From Worcester Foregate Street, catch trains to major cities such as Birmingham, London and Oxford. Worcester to London Paddington takes two hours, whereas Worcester to Birmingham New Street just 45 minutes.

By car: The M5 curves through Worcester. Follow it north to the outskirts of Birmingham and then connect to the M6, or head south to reach Gloucester and later Bristol.

The M42 runs to the north of Redditch and skirts Birmingham. Use it to connect to the M40, which heads south east past Leamington Spa, Banbury and Bicester.

By air: Birmingham Airport is a circa 50-minute drive from Worcester. From here, you can access flights to 289 destinations, including New York.

Worcester Cathedral

Best things to do in Worcestershire

History: Historical days out include Forge Mill Needle Museum in Redditch and the Severn Valley Railway, which runs from Kidderminster to Bridgnorth. Alternatively, learn about the county's role in the English Civil War at The Commandery in Worcester.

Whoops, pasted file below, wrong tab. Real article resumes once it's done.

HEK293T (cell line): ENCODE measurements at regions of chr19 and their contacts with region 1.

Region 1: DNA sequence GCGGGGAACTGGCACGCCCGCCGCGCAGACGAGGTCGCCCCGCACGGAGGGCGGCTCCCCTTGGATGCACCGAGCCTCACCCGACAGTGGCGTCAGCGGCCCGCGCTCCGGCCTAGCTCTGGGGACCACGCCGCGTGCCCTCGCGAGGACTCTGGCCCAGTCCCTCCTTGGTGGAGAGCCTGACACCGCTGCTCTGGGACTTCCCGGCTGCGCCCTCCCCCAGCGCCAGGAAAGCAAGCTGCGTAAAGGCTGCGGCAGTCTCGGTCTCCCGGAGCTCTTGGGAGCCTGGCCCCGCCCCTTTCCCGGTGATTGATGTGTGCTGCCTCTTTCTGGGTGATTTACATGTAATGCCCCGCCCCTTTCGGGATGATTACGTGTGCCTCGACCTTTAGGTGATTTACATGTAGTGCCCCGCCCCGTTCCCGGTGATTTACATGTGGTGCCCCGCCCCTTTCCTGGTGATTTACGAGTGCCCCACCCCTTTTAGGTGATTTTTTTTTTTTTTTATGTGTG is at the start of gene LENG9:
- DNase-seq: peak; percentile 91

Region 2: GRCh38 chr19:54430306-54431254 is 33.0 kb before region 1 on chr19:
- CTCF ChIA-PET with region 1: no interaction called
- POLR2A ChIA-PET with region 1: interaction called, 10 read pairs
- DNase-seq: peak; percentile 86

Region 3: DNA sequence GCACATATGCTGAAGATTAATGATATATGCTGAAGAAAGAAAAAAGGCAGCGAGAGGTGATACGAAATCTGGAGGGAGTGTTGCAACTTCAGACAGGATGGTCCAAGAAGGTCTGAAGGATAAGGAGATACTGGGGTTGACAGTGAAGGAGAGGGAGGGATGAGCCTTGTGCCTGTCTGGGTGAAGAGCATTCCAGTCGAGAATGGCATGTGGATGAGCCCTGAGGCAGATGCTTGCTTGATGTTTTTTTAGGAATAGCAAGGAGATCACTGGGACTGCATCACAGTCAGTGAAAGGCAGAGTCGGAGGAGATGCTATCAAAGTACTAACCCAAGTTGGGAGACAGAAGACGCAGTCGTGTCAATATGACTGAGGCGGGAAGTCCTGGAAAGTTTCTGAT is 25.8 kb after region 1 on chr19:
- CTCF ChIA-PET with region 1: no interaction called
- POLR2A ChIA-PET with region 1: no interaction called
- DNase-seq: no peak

Visit Worcester Cathedral, which features medieval cloisters, royal tombs and an ancient crypt. Climb the tower in summer for views of the city.

Cultural: Local festivals include the Worcester Music Festival, which runs over three days in multiple venues and is absolutely free. There are hundreds of gigs by new and emerging artists and many workshops.

The Salt Fest in Droitwich is one of the more unusual fixtures in the cultural calendar. It began in 2006 to celebrate the town's salt heritage, which led to its emergence as a spa town. Enjoy activities, shows and wander around the many market stalls and trade stands.

Worcestershire theatres include the Artrix theatre in Bromsgrove. It shows 200 film screenings, 12 exhibitions and 200 performances every year, including orchestral concerts, comedy and drama.

Outdoors: Head south to explore the ancient woodland and wildflower meadows of the Cotswolds. The area covers nearly 800 square miles and has 3,000 miles of footpaths and bridleways.